Lay upper crust over the apples and “mate” it with the lower crust, crimping the perimeter to seal the pie and doing what you will with the leftover dough. (*7)

Place in oven, on the center rack, for 15 minutes, then reduce temperature to 350° and cook for about 45 minutes more, until the crust is golden brown.  Let cool on a wire rack for 30 minutes if you want to serve it warm, for an hour or more if you prefer room temperature.


4 – Using two different kinds of apples increases the flavor’s depth and sophistication.  Granny Smith apples are the classic pie apples and are perfect for the “tart” option, whereas something sweeter, such as Gala, Rome or McIntosh rounds out the taste nicely.

5 – A Meyer lemon is a great choice, as it has the requisite acid to slow the apples from browning, yet its mild tangerine-lemon profile compliments the other ingredients.

6 – Not in the original recipe, but a toss or two of nutmeg adds a deliciously intriguing note

7 – My late grandmother made the world’s best apple pies.  By far.  Sorry other grandmothers, but it’s true.  She had a great way of using up the extra dough (the Depression inspired such creativity) – she made it into a rectangle as thick as the pie crust and twice as long as it was wide.

On top she sprinkled a mixture of cinnamon and sugar, and perhaps a dab or two of butter, then rolled it tightly along the long end.  This was placed, seam side down, on a piece of aluminum foil and both joined the pie in the oven about halfway trough cooking (i.e., after about half an hour).

A great snack for grandchildren (and non-grandchildren) too bedazzled by the pie’s aroma to wait until after dinner.


19 thoughts on “Crossing Apple Country Now

  1. Ah, another train recipe. I rather like trains, though I’ve never been on one (yet), and I can just imagine eating this while watching the scenery go by and listening to the rattle of the carriage.

    Very clever of your grandmother to use the excess dough that way. What better cause for it than staving off the packs of eager children with something sweet and scrumptious?

    Liked by 1 person

    1. The prospect thrills me too, Rachel. Obviously. I promise I won’t overdo it, though! This will be the last train recipe…well, for a while, at least.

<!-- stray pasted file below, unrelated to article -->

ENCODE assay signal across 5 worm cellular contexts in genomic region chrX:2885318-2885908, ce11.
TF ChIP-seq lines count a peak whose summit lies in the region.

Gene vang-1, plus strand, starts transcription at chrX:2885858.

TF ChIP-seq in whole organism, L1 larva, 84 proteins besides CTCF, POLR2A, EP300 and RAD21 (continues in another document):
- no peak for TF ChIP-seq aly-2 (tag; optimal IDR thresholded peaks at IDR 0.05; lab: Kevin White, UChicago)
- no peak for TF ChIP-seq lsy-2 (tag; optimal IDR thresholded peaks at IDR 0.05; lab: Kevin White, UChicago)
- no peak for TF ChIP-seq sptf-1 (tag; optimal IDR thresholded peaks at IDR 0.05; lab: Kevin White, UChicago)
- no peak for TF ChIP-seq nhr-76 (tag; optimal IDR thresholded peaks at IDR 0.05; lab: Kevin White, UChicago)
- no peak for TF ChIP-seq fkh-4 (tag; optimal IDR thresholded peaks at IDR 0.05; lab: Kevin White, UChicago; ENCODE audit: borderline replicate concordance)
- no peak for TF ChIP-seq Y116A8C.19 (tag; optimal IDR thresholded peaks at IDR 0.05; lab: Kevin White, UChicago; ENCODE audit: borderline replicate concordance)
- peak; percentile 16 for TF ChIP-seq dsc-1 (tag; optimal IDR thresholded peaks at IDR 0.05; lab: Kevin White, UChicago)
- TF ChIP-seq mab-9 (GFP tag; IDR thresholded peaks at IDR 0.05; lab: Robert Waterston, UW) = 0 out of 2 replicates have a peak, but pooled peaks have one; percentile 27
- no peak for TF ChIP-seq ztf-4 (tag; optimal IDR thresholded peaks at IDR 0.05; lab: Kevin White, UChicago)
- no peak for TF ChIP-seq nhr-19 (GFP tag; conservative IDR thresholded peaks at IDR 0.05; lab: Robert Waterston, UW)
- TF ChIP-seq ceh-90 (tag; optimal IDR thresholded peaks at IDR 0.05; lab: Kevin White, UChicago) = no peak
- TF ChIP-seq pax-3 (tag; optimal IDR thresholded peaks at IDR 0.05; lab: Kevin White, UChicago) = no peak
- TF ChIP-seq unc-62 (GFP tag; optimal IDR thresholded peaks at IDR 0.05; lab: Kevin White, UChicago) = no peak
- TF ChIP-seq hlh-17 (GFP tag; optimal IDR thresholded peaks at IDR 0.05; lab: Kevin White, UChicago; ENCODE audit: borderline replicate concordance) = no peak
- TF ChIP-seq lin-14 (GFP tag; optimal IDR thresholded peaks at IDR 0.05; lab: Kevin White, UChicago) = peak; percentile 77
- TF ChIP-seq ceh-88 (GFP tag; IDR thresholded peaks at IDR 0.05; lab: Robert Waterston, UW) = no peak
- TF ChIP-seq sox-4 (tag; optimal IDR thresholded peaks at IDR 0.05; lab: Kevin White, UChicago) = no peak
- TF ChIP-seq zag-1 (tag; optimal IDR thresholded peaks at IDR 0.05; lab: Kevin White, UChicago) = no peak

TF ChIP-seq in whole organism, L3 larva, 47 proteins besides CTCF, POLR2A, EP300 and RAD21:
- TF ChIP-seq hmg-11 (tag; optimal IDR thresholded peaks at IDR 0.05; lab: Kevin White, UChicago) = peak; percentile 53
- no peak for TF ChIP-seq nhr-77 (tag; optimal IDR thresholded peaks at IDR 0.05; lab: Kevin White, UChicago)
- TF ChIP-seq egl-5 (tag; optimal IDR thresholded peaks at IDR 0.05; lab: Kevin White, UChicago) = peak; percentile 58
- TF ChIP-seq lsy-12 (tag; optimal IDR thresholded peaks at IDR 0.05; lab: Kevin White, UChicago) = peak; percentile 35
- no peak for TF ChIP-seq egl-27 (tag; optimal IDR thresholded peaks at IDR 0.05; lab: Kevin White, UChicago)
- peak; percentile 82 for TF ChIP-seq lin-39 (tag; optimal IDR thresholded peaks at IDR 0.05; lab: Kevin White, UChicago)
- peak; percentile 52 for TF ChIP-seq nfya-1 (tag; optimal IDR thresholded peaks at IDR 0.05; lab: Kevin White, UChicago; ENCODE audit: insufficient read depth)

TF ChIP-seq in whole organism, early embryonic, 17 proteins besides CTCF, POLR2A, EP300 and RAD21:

On the way to the parents’ house (about half an hour away), the road at one point comes within sight of train tracks. One evening last winter, just as the sun started setting and the snow started squalling, the overnight train to Chicago clacked by on it way west. As I glimpsed those in the dining car, my mind wandered.

      Majorly so. Though surface functions kept my car on the road, the rest of the mind was in dreamland. Consequently, months later, came four or five train recipes. Yes, I was (am) a man obsessed.

      Ah yes, Grandma’s cinnamon pastries! Definitely great for staving off the packs (great turn of phrase, Rachel!) of children. No matter how “children” is defined – us grandchildren, my grandmother’s children (Mom and her brother and sister – and their spouses), or Grandpa. All of us. In fact, I suspect the only reason Grandma didn’t sneak a bite or two herself is that there always were, like six other people in the kitchen at any given time.

      Thanks for the revelry, Rachel. Though it’s been quite a while, it took me back to Christmas at my grandparents’ house (back before they retired to Florida), packed with family. Though, alas, a few of those people are gone now, their memories are eternal. Much obliged, Rachel!

      Liked by 1 person

      1. Haha! Well, I don’t mind. Dream to your heart’s content. Just don’t crash, yeah?

        Oh, I can just picture that arena — some would call it a kitchen — so overrun. My dad will often be the first to start chomping at the bit for this or that baked goody fresh from the oven. And how quickly the chorus grows.

        Delighted to bring up a pleasant memory, Keith; though my condolences for those no longer here.

        Liked by 1 person

      2. It really is a wonder those intense daydreams haven’t ended in catastrophe, as that brain takes all the “me time” it needs. I’m sure you can relate, Rachel. Thank God for that reptilian 10% that covers basic functions like heartbeat, respiration…and driving, while the rest of the mind is elsewhere.

        Don’t want to give you the impression everyone in Grandma’s kitchen was mooching. The adults present were there to help with meal prep, and to cajole THEIR children to do something too. After all, there going to be, like, 38 trillion people sitting down to eat.